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Advent International Acquires a Majority Stake in Argentina’s Prisma for US$725m

22 January 2019

Advent International acquired a 51% stake of Prisma Medios de Pago, an Argentine payments company formed as a joint venture between Visa International and local banks. The deal values Prisma at US$1.42b.

(TechCrunch) Latin America is getting another fintech unicorn thanks to Advent International’s acquisition of a 51 percent stake of Prisma Medios de Pago, an Argentine payments company formed as a joint venture between Visa International and local banks.

The deal, which values Prisma at $1.42 billion, is yet another sign of Latin America’s growing prominence for global investment and the central role that fintech plays in the development of an innovation economy in the region.

Prisma Medios de Pago is the leading payments company in Argentina, and one of the largest in Latin America, with a full suite of services including point-of-sale hardware rental, e-commerce gateways, transaction processing, payments processing and electronic bill pay.

Its newest business line, TodoPago, offers peer-to-peer payments, mobile wallets, point of sale offerings, QR code payments and e-commerce payments to merchants.

Across Latin America, fintech startups have hit billion-dollar valuations and raised hundreds of millions as investors vie for a piece of the region’s growing e-commerce and financial services markets.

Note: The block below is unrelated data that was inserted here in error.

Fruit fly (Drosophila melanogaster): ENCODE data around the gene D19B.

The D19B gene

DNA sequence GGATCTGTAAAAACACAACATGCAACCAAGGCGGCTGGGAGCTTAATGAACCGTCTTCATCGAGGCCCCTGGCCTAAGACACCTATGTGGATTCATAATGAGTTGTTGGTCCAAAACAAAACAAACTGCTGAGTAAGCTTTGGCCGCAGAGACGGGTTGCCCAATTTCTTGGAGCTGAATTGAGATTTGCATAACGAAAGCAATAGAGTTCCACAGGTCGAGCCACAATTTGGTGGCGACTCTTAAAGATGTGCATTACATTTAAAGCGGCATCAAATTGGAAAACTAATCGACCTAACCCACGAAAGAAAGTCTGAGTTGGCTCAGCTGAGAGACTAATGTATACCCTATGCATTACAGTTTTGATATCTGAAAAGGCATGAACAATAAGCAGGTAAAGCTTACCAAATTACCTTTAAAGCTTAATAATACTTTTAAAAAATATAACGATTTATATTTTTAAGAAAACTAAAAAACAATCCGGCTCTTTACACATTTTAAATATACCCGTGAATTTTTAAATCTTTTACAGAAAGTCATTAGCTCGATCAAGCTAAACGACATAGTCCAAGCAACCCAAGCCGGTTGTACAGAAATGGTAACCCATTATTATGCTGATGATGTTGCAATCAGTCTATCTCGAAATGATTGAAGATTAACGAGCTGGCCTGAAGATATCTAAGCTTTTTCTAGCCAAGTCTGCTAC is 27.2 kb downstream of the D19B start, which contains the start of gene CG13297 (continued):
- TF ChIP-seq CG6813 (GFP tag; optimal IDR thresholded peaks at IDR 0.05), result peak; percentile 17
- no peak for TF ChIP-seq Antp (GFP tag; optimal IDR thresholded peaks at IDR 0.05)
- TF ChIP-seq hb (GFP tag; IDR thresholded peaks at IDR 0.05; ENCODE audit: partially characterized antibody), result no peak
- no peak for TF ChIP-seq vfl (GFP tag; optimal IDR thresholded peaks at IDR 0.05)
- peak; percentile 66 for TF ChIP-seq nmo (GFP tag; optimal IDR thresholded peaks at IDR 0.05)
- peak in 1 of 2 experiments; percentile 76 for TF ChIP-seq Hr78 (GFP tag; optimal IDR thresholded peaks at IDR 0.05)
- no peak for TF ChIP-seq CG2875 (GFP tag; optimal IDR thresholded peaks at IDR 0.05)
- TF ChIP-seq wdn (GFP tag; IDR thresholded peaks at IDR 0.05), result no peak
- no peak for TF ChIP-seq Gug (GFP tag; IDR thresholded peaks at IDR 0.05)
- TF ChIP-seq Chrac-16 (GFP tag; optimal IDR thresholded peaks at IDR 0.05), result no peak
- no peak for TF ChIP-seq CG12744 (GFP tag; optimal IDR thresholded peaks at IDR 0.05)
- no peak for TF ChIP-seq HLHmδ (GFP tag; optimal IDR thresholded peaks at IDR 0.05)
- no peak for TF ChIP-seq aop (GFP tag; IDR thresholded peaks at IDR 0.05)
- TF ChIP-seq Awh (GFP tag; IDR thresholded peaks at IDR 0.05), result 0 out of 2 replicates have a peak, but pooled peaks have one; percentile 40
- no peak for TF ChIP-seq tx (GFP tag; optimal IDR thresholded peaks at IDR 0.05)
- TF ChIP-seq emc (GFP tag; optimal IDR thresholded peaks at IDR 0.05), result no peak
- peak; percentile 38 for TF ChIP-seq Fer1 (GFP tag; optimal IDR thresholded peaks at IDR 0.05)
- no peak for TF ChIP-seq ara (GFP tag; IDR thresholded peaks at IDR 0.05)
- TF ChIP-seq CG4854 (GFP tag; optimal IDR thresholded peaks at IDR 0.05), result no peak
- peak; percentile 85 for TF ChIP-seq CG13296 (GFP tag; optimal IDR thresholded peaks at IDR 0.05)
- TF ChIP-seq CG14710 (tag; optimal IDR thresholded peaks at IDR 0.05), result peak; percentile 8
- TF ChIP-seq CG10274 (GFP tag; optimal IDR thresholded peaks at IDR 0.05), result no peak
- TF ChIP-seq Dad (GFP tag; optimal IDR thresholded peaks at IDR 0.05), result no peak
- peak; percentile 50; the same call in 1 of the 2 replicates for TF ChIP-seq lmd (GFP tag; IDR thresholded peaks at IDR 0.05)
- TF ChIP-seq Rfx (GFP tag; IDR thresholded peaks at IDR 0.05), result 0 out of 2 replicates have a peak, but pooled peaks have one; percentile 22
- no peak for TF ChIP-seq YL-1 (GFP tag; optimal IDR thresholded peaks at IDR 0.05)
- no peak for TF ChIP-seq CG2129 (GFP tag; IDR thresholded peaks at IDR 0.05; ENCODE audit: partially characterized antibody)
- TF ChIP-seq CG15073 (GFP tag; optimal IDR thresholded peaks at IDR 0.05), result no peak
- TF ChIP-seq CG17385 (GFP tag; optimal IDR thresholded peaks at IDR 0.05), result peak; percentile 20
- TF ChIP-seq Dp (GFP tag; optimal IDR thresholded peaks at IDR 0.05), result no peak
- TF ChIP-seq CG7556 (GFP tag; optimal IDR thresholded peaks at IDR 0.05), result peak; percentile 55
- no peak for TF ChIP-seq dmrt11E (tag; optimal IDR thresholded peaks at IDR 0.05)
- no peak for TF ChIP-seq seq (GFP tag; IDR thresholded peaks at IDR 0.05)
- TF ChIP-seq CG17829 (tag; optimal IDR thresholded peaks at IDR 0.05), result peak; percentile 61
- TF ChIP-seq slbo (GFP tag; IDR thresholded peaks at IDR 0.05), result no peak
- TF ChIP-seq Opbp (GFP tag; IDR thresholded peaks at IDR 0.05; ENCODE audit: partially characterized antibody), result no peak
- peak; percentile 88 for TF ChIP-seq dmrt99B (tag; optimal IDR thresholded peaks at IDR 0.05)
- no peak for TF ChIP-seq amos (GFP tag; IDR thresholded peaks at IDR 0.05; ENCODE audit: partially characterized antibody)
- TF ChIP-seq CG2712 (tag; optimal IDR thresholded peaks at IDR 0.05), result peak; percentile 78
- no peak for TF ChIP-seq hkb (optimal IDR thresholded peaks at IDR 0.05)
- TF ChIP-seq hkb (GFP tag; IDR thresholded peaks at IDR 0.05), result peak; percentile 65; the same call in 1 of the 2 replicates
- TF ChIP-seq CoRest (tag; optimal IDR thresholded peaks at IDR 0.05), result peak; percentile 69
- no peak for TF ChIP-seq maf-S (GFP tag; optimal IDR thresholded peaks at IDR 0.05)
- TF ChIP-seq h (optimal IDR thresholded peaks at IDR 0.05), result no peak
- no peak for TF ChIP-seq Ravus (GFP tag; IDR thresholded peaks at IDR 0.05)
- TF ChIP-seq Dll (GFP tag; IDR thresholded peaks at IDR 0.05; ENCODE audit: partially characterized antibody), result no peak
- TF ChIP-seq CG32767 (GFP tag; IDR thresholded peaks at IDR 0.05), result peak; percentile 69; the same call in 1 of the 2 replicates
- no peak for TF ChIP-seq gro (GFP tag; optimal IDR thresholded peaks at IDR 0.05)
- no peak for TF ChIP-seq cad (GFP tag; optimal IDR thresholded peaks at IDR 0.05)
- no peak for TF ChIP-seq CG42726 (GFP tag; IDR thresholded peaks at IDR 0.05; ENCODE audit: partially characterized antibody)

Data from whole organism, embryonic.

Brazil’s StoneCo Ltd., a provider of payment technology and services, is worth more than $6 billion after its October 2019 initial public offering. It’s a decline from the $9 billion pop the company had back when it debuted on the Nasdaq, but still represents a healthy valuation for the Latin American technology company.

Waiting in the wings are companies like Brazil’s NuBank, which reached a $4 billion valuation last year on the strength of a significant investment from the Chinese technology giant, Tencent.

At the time, company co-founders Cristina Junqueira and David Velez said the opportunity for financial services startups to achieve significant scale was far higher in emerging markets like Brazil than in developed markets, because the barriers to banking are so much higher.

Financial services, Velez said, has been controlled by massive oligopolies that have erected unfair obstacles to wealth creation for the masses. Nubank and other companies like it are working to change that.

An article from Fintech Futures last year outlined just how large the opportunity was for Latin America. In 2018, roughly half the population of Latin America was unbanked. In Brazil, about 40 percent of the country have no access to traditional banking services and its small businesses face a credit gap of $237 billion, according to a McKinsey study cited by Fintech Futures.

Investment in fintech has soared alongside the opportunity. Two years ago, fintech investment on the continent nearly hit $600 million, and public offerings like Stone and PagSeguro point to public market appetite for the sector.